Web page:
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I have an object, which I believe is held only by a WeakReference. I've traced its reference holders using SOS and SOSEX, and both confirm that this is the case (I'm not an SOS expert, so I could be wrong on this point).

The standard explanation of WeakReferences is that the GC ignores them when doing its sweeps. Nonetheless, my object survives an invocation to GC.Collect(GC.MaxGeneration, GCCollectionMode.Forced).

Is it possible for an object that is only referenced with a WeakReference to survive that collection? Is there an even more thorough collection that I can force? Or, should I re-visit my belief that the only references to the object are weak?

Update and Conclusion

The root cause was that there was a reference on the stack that was locking the object. It is unclear why neither SOS nor SOSEX was showing that reference. User error is always a possibility.

In the course of diagnosing the root cause, I did do several experiments that demonstrated that WeakReferences to 2nd generation objects can stick around a surprisingly long time. However, a WRd 2nd gen object will not survive GC.Collect(GC.MaxGeneration, GCCollectionMode.Forced).

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Objects aren't held by WeakReferences. That's precisely their point. There's likely something else holding them alive. –  zneak Apr 20 '10 at 2:39
    
What happens when you call GC.GetGeneration(yourWeakReference)? Does it return something or throw an exception? –  MusiGenesis Apr 20 '10 at 2:40
    
What does !gchandles and !gcroot <obj ref> show? –  Nathan Howell Apr 20 '10 at 2:42
    
@zneak Yes, objects aren't held by weak references. However, that does not rule out the possibility that the GC takes WRs as a hint to keep stuff around. It would not violate the GC contract if it had logic in there that said, "If I've got sufficient memory, sure... keep the WRs alive." –  Kennet Belenky Apr 20 '10 at 3:18
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So the question contains its own answer. I guess that makes it 'too localized'. @Kennet Belenky, how about adding an answer containing your conclusion? –  bmargulies Jun 13 '10 at 0:55

3 Answers 3

As per wikipedia "An object referenced only by weak references is considered unreachable (or "weakly reachable") and so may be collected at any time. Weak references are used to avoid keeping memory referenced by unneeded objects"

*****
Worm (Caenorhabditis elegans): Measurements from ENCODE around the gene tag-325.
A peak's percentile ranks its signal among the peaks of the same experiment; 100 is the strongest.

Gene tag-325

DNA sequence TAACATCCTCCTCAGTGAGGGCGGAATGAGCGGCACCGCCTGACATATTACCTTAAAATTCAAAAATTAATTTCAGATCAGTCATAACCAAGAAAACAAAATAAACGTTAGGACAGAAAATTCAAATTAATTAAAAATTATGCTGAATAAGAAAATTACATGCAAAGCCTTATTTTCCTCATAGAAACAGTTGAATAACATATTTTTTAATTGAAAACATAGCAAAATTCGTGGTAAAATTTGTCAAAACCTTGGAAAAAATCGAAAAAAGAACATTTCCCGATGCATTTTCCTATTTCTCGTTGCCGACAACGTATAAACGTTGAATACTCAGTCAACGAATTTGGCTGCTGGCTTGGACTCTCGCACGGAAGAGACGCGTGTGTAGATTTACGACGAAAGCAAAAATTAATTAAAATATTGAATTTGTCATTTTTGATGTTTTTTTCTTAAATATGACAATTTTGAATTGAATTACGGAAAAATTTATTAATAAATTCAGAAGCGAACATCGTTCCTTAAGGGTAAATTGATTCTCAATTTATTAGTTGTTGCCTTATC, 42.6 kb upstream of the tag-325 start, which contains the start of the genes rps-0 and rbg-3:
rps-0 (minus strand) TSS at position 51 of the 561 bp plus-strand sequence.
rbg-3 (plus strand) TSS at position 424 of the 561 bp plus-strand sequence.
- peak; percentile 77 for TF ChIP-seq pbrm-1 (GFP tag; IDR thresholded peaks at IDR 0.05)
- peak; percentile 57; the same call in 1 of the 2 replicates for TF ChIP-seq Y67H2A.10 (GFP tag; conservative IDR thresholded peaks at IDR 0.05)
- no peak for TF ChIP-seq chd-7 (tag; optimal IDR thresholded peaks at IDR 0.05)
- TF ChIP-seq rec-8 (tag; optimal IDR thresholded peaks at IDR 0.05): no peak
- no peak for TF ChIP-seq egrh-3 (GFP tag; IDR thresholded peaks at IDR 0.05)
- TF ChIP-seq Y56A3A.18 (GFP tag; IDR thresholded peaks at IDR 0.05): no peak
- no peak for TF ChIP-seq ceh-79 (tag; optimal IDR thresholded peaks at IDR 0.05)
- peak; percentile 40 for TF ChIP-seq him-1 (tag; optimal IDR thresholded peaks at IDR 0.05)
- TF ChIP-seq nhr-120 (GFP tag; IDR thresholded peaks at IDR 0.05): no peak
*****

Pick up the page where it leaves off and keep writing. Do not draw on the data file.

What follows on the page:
I am not sure if your case is about weak references...

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I'm well aware of the standard description of weak references. My case is about reexamining the standard description of weak references because I am currently confronted with evidence that suggests that the actual behavior is more sophisticated. –  Kennet Belenky Apr 20 '10 at 3:15

Try calling GC.WaitForPendingFinalizers() right after GC.Collect().

Another possible option: don't ever use a WeakReference for any purpose. In the wild, I've only ever seen them used as a mechanism for lowering an application's memory footprint (i.e. a form of caching). As the mighty MSDN says:

Avoid using weak references as an automatic solution to memory management problems. Instead, develop an effective caching policy for handling your application's objects.

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I do have the WaitForPendingFinalizers in my code. I generally agree with you that 99% of the time if you're using WRs, you're doing it wrong. I think this is the 1% case. I have to keep a central list of objects which does not affect the object lifetime. –  Kennet Belenky Apr 20 '10 at 3:13
    
Most of the time, when Foo holds a reference to Bar, it will do so because it "needs" Bar. On some occasions, however, Foo may hold a reference to Bar purely so it can do things for the benefit of other objects that need Bar. If there aren't any other objects that need bar, Foo would just as soon have Bar, and the reference to it, replaced with an indication that it no longer needs to serve it. –  supercat Oct 5 '12 at 18:57
    
@supercat in your latter case, the thing to use in .NET 4+ is not WeakReference, but ConditionalWeakTable. –  Anton Tykhyy Oct 5 '13 at 20:46
    
@AntonTykhyy: The ConditionalWeakTable class is great, but WeakReference fills a different need. I don't think there's any way a CWT can be used to access something which is kept alive by the existence of other references, without either keeping that thing alive itself or using a WeakReference to avoid doing so. –  supercat Oct 7 '13 at 15:39
    
It depends on what kind of services does Foo provide. Suppose the service is providing a complex value calculated from a Bar. CWT is ideal for caching such values. –  Anton Tykhyy Oct 8 '13 at 15:16

I recommend you to check for the "other" references to the weakly referenced objects. Because, if there is another reference still alive, the objects won't be GCed.

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This has already been mentioned. –  Austin Henley Sep 25 '12 at 2:32

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